At first glance, Studying Hammer Horror is a tiny little book. It’s a little larger than a mass market paperback, and looks to be as thick as a thick magazine. Let this be a lesson in deceptive appearances.
This is 141 pages of PhD level assessment of the foundations of Britain’s cult film industry. That’s actually one of the central arguments Dr. Walden makes, that Hammer horror is the basis from where all other British cult films rose. It’s not only a compelling argument, it seems fairly obvious the way it’s presented here. According to her, the secret weapon that made it happen was quite literally an X factor. The X rating in the mid to late 1950s meant that Hammer’s films were never going to find an audience on British television due to postwar attitudes. But a new demographic rose, one with the most disposable income and a desire to actually leave the house: the teenager. And since the average teenager was young enough to have vague memories of the war or none at all, the anxieties of the British people were not shared by their demographic. What’s more, these were new takes on the classic monsters, decidedly British, and — most importantly — in color! Essentially, these were the right films at the right time targeted at the right audience.
The book covers the history of Hammer as a production studio and distinguishes what made it unique, how its own drawbacks gave it the very edge it needed to succeed, and then how playing to that success is precisely what buried it a mere twenty years later. Hammer horror is analyzed as a genre in itself, compared and contrasted to the whole of British cinema. Terence Fisher is singled out and looked at critically as an auteur director who pretty much shaped everything we’ve come to understand about those films. Analysis tracks the rise of the studio through its early Quartermass, Frankenstein, and Dracula films, and into the early 70s where the films took full advantage of the X certificate they’d already exploited to push the boundaries of sex without quite crossing the line into smut. Opinions will vary, of course, but the general view presented here and in most documentaries I’ve gone through is that they still maintained some integrity and artistic vision. That could be the ever-reliable “British restraint” coming to bear. The author’s personal view is that the cookie cutter presentation that built Hammer’s success is precisely what tore it down. There is comfort in knowing what to expect, and sometimes knowing what’s coming is part of what ramps up the suspense factor. But audience expectations change, and Hammer didn’t change enough to keep up.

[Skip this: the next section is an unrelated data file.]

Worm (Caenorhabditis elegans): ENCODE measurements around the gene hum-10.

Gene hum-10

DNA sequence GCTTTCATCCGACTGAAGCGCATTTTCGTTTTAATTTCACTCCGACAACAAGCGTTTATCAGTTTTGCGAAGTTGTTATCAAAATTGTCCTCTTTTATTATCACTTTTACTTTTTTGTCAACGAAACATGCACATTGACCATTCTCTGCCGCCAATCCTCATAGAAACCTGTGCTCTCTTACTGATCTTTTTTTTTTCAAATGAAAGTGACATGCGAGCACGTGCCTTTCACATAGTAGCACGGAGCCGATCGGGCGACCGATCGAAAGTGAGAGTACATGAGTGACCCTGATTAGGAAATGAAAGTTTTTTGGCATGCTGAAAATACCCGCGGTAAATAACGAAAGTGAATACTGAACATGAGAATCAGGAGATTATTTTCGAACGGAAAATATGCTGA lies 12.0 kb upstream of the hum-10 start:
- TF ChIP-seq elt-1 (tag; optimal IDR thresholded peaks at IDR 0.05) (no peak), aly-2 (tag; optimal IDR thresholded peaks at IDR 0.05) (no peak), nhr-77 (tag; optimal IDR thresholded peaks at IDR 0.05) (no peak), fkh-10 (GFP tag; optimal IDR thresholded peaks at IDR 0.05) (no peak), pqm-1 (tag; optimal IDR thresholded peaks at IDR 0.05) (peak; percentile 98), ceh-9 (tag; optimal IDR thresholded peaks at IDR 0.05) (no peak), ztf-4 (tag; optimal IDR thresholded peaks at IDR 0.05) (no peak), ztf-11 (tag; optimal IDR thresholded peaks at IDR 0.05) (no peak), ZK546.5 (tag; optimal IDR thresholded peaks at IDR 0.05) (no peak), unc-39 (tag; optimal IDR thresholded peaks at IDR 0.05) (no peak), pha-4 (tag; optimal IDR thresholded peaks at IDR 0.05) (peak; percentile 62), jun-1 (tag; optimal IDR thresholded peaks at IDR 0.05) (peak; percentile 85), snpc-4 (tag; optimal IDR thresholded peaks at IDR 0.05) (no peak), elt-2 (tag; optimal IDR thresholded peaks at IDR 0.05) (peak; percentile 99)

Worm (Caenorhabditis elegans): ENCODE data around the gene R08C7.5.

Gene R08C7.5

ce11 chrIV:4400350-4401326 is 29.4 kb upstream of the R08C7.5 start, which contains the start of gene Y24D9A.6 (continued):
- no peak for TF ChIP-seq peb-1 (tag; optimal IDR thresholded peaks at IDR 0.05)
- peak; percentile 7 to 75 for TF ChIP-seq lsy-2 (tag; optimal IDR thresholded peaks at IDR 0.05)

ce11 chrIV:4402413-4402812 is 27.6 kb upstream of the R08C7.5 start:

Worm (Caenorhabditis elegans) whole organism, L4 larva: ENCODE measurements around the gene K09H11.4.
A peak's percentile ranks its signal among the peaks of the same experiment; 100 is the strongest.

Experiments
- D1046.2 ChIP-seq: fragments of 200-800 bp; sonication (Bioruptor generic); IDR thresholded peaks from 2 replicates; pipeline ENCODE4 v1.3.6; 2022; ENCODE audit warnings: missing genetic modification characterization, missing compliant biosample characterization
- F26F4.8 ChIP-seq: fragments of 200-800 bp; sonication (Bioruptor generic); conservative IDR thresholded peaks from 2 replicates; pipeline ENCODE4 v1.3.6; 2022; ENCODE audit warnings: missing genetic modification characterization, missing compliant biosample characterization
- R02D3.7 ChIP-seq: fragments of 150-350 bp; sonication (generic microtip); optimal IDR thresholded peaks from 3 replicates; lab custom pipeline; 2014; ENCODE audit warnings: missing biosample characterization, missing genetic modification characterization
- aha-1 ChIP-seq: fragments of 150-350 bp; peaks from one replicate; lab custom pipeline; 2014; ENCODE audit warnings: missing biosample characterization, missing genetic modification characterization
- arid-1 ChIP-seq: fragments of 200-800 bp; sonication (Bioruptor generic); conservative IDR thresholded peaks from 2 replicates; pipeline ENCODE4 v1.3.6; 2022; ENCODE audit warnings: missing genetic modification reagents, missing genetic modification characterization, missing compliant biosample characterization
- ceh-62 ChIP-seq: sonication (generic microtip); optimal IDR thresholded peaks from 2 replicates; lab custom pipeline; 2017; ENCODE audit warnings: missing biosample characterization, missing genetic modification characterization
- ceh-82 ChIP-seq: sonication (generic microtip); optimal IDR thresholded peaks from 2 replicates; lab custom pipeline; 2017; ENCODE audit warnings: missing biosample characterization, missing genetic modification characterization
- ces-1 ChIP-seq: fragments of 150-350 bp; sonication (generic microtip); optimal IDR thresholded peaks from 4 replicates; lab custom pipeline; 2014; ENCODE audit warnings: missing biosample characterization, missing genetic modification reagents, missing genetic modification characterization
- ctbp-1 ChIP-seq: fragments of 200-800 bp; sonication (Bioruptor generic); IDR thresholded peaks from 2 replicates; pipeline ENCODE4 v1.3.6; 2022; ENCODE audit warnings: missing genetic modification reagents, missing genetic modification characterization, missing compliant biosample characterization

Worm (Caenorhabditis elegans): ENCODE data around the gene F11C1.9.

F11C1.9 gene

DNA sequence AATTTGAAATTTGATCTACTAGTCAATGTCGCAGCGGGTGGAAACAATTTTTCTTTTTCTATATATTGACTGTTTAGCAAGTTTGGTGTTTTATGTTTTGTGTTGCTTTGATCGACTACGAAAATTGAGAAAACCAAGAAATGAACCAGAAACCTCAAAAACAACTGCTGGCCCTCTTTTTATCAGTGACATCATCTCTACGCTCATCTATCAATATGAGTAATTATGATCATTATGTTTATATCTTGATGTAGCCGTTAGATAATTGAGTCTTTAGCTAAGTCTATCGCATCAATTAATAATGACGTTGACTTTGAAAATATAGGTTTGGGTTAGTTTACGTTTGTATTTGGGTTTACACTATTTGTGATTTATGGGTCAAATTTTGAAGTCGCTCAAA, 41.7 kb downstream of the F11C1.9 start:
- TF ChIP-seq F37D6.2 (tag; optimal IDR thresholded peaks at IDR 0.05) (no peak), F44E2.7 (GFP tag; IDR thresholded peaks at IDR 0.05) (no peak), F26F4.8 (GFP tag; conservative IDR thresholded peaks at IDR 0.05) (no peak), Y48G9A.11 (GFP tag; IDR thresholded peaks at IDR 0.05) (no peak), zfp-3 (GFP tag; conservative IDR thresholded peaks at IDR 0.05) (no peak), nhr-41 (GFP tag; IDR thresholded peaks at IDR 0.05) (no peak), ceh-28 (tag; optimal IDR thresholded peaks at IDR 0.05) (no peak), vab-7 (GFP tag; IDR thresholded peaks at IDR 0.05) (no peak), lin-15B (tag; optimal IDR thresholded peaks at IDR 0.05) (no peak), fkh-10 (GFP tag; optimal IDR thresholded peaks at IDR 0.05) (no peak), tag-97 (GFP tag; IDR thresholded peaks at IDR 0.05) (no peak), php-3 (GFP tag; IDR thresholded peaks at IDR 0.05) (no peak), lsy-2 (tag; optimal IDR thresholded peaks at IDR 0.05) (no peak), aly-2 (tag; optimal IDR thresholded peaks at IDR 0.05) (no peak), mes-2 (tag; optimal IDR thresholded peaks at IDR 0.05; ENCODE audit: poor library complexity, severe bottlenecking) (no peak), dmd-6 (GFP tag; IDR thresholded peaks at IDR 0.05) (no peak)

The book also covers the continuing influence these films had after the studio had closed, as well as the return of the studio in the modern era with films such as Let the Right One In and The Woman in Black.
As an American, I’m always watching these films from the outside looking in. I’ve spent a lifetime doing so. I’ve always known these films were the central hub of the “English Gothic” cinema, and that they’ve had an international flavor that went beyond their British borders. But knowing that and knowing why it worked are two different things. A book like this helps me to better compare these films with Universal’s offerings a generation before, to see how the torch was passed, what changed, what stayed the same, and how things were reinvented from the ground up. Essentially this book offers the British perspective so necessary to fully appreciate Hammer films and puts things into context. It doesn’t seem like much even while reading the book, but it makes a world of difference. The text comes across every bit as scholarly as the title and credentials of the author would suggest, which makes it a bit dry, but it’s not a slog to read either. Far from it. For the serious film student or horror film enthusiast, this little book makes a big footprint.